than any others validate that engagement
and retention have moved beyond the
formulation stage and into execution
as a talent management practice area.
(Figure 10)
One of the more subtle but important
trends for 2013 is the resurfacing of
retention as an organizational priority.
As the economy stabilizes, organizations
have an outlook of confidence and
growth as opposed to survival. The same viewpoint cascades down to the individual level
where more employees, especially high performers, are no longer content with the status quo.
Fig. 8
Fig. 9 Fig. 10
Moving From Strategy to Execution
(continued)
III
Copyright © 2013 TalentKeepers, Inc. All rights reserved. 8
Retention ResurfacesIV
Employees have been waiting patiently for options and 2013 may be their time, as 59% of
organizations expect job and career factors to be the main reason employees leave this year,
an 11% increase from 2012. (Figure 11) Fortunately, as noted earlier, 100% of Best in Class
organizations and 85% of all others have made employee retention a strategic priority, which
is the first step in combating attrition.
Making retention a priority
is important, but the large
majority has overlooked
a vital metric in the fight
to win internal support
to retain employees – the
cost of turnover. This is
powerful and relevant data
in building the foundation
for leadership involvement,
garnering budget dollars for
interventions and reporting
return-on-investment.
Only 17% of organizations
know the direct cost
of attrition for frontline
employees. Just as
surprising, only 9% of
organizations know
attrition’s indirect costs,
which typically are more
expensive and include lost sales, poor customer service, project delays, increased safety
violations and an array of job/company variables. To effectively implement any strategy, the
cost of the problem must be known to
understand its magnitude, set realistic
measures of success and track
progress. For retention specifically,
the big area of opportunity is
determining the cost of attrition for
key roles and making that cost a
regularly monitored business metric.
(Don't know your cost of turnover?
The most widely used turnover cost
calculator can be found at www.
talentkeepers.com. Check Research/
Cost Calculator.)
Fig. 11
Fig. 12
Copyright © 2013 TalentKeepers, Inc. All rights reserved. 9
Retention Resurfaces (continued)IV
Fig. 13
Early Turnover
It is well understood that attrition can and does occur with varying frequency at different
points in the employee lifecycle. Determining these high-risk points - time periods of
employment where employees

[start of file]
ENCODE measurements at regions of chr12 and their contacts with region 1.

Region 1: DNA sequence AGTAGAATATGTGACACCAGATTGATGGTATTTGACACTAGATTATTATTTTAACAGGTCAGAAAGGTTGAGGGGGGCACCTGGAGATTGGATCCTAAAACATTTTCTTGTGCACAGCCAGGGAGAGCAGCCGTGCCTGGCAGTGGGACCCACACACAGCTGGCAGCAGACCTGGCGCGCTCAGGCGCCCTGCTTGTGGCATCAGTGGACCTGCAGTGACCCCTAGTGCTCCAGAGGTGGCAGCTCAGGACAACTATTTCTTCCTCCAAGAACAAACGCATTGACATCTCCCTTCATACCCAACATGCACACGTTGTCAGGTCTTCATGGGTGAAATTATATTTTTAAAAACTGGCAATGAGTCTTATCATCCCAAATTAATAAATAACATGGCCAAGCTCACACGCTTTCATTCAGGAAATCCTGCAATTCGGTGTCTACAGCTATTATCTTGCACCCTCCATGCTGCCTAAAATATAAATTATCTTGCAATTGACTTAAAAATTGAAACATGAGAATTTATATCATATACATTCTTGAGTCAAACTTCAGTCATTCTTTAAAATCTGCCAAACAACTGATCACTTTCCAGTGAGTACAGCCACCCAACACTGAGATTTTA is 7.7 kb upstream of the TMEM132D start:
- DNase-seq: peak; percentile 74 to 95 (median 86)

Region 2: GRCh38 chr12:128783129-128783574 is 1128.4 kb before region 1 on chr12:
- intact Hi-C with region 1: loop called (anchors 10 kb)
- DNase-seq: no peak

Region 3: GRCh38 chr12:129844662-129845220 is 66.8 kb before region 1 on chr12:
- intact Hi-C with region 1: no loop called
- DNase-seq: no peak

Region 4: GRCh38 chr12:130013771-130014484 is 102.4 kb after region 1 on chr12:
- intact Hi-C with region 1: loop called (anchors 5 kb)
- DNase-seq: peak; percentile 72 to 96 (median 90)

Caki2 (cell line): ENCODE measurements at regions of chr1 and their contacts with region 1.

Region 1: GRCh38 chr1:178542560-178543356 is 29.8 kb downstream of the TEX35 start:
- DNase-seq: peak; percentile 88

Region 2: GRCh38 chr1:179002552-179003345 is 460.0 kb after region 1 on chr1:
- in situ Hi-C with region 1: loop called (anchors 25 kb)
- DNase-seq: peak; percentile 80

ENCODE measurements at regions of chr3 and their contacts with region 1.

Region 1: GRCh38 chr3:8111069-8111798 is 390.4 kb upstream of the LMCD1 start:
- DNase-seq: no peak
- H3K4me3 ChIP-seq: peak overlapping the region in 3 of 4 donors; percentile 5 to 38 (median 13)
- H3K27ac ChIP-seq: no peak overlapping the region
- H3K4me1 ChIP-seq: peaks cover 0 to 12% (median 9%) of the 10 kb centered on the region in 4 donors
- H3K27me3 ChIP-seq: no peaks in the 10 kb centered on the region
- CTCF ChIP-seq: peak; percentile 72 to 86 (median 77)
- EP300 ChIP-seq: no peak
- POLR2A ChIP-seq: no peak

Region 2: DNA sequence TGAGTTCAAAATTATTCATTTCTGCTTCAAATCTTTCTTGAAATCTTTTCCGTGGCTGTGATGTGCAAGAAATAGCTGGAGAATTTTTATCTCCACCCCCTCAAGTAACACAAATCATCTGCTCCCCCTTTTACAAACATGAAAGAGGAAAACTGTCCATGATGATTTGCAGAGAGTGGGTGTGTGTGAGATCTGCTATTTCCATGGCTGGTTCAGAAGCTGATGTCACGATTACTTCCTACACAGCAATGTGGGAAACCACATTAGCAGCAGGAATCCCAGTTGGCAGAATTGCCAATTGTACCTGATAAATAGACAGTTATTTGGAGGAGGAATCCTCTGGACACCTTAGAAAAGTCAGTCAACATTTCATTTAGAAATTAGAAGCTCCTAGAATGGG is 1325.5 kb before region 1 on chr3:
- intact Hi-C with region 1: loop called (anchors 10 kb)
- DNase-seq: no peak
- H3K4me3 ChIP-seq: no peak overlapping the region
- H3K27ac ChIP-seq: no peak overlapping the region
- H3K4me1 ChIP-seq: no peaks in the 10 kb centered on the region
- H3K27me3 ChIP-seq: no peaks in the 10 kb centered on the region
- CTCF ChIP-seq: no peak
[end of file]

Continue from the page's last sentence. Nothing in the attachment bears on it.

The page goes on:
are most likely to leave the
organization – can help build
period-specific tactics. By
tracking when employees are
most apt to leave, organizations
can determine why employees
are leaving. This information
provides a guide for critical
attrition time periods and
instruction on developing
interventions to uniquely
address each time period.
A perhaps surprising statistic is
that the majority of all attrition,
52%, occurs, on average, in
the first year of employment.
Year one attrition peaks right
around the 12-month mark
at 27%. Ineffective selection
and onboarding processes
contribute to this early attrition
spike. Poor fit based on the skills required (37%) and missed expectations on job duties and
work schedules (30%) lead the way for reasons why. (Figure 13)
Improving retention in the first year can add big savings. When a new employee shows up
for the first day, that person represents pure cost and a lot of potential. A time-to-productivity
analysis, usually done by job category, can give you an indication of when that employee’s
productivity has increased to a point where their contribution exceeds their cost. For example,
if threshold productivity occurs on average at the 6 month mark, anyone who leaves with less
time on the job is, to some degree, a financial loss.
In order to manage the turnover spike at one year, retention-based strategies must focus on
selecting the right people and effectively onboarding them so they commit and engage to
the organization within the first year. This is especially important as half of the organizations
surveyed expect growth in their labor forecast for 2013.
Copyright © 2013 TalentKeepers, Inc. All rights reserved. 10
Retention Resurfaces (continued)IV
The Three Year Itch
After the first year of employment, the next tipping point for 54% of organizations is the three
year mark. (Figure 14) Research shows that the main reason employees leave then is a lack of
upward career advancement opportunities (50%), an increase of 7% from 2012. Plus, 21% of